Receiving a Job from the Nemo Compiler
After the compiler goes through a set of passes for optimization, the optimized Nemo IR is translated into into a physical form for the execution runtime to execute. This involves translations like expanding an operator annotated with parallelism in Nemo IR to the desired number of tasks and connecting the tasks according to the data communication patterns annotated on the IR edges. Physical execution plan is also in the form of a DAG, with the same values annotated for execution properties as the given IR DAG if necessary. Nemo IR DAG and physical execution plan can be translated from one another by sharing the identifiers.
The Nemo runtime consists of a RuntimeMaster and multiple Executors. RuntimeMaster takes the submitted physical execution plan and schedules each TaskGroup to Executor for execution.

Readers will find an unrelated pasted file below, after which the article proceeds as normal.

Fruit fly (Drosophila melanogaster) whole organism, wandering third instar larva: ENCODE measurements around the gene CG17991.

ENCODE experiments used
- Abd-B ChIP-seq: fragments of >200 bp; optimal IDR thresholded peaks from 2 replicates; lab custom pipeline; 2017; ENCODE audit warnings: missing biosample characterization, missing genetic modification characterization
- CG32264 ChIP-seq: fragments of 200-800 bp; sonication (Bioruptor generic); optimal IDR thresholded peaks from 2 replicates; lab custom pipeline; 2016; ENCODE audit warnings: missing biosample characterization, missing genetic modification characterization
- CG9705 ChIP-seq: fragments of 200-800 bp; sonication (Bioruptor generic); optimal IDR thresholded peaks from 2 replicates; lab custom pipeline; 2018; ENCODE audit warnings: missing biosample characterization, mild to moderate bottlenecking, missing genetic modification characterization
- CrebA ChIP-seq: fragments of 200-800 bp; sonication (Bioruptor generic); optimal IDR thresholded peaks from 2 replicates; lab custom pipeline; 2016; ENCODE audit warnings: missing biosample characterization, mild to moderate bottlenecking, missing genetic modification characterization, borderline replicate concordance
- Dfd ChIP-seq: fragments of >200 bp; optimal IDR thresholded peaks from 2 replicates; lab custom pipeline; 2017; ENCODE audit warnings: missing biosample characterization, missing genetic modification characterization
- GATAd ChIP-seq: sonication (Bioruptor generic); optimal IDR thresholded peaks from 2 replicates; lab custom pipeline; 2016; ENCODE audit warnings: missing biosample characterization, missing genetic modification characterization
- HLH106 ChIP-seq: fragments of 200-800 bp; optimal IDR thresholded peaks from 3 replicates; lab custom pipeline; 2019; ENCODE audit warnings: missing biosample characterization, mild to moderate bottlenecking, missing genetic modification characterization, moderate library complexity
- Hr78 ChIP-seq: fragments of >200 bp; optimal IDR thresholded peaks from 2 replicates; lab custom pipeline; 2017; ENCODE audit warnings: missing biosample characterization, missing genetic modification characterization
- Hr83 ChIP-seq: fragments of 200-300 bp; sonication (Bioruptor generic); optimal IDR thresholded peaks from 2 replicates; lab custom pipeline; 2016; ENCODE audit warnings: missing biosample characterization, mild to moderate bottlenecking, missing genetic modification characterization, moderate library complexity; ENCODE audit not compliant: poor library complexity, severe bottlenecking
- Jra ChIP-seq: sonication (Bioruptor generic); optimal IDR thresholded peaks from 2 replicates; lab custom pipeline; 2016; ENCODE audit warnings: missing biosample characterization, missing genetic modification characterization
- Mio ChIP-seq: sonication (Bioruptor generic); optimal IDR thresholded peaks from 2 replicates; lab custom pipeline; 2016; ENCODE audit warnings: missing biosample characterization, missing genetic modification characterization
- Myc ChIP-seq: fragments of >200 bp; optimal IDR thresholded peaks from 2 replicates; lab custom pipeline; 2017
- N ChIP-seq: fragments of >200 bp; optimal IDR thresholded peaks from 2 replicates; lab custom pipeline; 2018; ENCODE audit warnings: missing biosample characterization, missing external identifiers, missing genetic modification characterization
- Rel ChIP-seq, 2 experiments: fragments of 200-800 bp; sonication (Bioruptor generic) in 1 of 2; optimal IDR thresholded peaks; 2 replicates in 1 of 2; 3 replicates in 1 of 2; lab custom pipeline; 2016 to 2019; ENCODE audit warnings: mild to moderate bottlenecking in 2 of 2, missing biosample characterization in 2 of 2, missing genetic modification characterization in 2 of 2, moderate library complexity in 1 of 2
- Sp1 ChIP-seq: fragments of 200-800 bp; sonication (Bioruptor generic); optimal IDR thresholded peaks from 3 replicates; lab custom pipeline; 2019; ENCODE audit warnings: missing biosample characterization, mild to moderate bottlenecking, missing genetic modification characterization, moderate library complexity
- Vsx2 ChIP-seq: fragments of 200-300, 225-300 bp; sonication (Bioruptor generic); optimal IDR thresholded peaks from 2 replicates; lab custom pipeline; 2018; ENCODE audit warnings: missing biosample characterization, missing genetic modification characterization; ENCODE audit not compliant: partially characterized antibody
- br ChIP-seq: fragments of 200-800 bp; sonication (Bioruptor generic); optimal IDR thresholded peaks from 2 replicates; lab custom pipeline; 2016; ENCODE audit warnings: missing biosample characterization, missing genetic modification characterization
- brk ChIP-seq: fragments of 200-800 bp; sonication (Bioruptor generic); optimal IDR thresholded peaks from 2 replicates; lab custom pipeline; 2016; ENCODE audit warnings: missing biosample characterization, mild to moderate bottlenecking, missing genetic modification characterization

The figure below shows the Nemo runtime’s overall architecture. Our runtime’s components can be broken down into two parts, the processing backbone and the extensible modules.
The processing backbone illustrated by the blue double stroked boxes in the figure below, implements the inherent and basic code that must be executed for all Nemo jobs (and potentially all data processing jobs). The code includes references to the flexible and extensible data structures representing our execution properties. For example, “executor placement” is mainly controlled in ContainerManager as an extensible map.
The extensible modules illustrated by the red dashed boxes in the figure below, are interfaces which users can implement in order to get them to behave the way the user wants. Each interface has been transparently integrated with other components of the runtime.
- Stage: A unit of execution the runtime uses for scheduling the job.
- TaskGroup: A computation unit composed of one or more tasks that can be computed in a single executor.
- Block: The unit of data output by a single task.
- Partition: A block consists of one or more partitions, depending on the Partitioner choice.